And then, as if by magic, the sensory issues, the communication issues, the problems understanding what was said to him (and soon speaking himself) and other issues all kept reducing.
Except it wasn’t by magic. It was because his sensitivity had been recognised and understood, and his surroundings were adjusted to respect it. It was sensitivity that had led to the smallest things becoming unmanageable for him, and to the slightest nuance in our behaviour appearing unbearably harsh to him, even when he was merely an observer.
In the article about Autism and Social Ability, I develop on the idea that when we (any of us) are assailed by stress and pain, it is impossible to function normally in the world – and at a formative age, that can result in missing out on fully learning the social, cognitive and conceptual framework of life that we are programmed to absorb during our early years.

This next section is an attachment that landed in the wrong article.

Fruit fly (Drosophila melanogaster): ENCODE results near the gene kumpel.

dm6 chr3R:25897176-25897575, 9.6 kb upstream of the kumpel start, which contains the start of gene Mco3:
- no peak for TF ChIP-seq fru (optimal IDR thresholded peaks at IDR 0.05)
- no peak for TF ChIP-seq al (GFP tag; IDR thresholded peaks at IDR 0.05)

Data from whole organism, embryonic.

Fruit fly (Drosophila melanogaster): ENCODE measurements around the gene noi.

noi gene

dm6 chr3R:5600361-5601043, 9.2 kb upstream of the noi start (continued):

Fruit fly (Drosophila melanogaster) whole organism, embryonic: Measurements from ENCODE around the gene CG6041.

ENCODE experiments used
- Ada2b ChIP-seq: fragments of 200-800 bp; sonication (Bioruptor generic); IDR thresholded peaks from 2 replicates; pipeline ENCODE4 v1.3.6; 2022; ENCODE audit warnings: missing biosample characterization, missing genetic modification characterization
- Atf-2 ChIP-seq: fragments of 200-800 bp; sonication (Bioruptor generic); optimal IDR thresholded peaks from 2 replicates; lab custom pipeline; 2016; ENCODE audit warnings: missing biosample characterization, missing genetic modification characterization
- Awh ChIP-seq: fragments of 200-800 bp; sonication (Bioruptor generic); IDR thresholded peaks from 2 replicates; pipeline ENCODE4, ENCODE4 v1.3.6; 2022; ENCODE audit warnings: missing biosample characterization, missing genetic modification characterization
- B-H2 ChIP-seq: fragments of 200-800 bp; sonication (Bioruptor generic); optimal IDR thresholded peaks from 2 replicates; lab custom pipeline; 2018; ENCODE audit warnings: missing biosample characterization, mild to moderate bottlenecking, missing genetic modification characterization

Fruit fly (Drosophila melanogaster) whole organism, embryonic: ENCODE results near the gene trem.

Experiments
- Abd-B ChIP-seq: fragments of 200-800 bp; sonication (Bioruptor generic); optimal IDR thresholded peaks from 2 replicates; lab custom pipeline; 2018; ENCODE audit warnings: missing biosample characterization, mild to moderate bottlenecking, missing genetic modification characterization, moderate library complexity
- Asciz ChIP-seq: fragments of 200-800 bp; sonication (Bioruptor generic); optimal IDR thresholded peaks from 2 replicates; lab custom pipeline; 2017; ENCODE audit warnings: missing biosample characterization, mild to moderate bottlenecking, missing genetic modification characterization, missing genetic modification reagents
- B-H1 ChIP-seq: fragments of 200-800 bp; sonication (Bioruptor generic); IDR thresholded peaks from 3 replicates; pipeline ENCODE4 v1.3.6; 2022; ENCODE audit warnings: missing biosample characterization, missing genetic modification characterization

We can understand this as adults too. It isn’t uncommon for people during periods of extreme stress and pain to say things like, “sorry, I just can’t take any more in at this time.” Our ability to process data is compromised by our stressed condition. It is not difficult to imagine how after an unexpected and unusually savage emotional attack from someone we care about, during a period of sudden and traumatic loss and grief, we could be so shocked and disoriented by this combination of events that a walk down the street may be experienced in a way not too dissimilar to that depicted in the video above.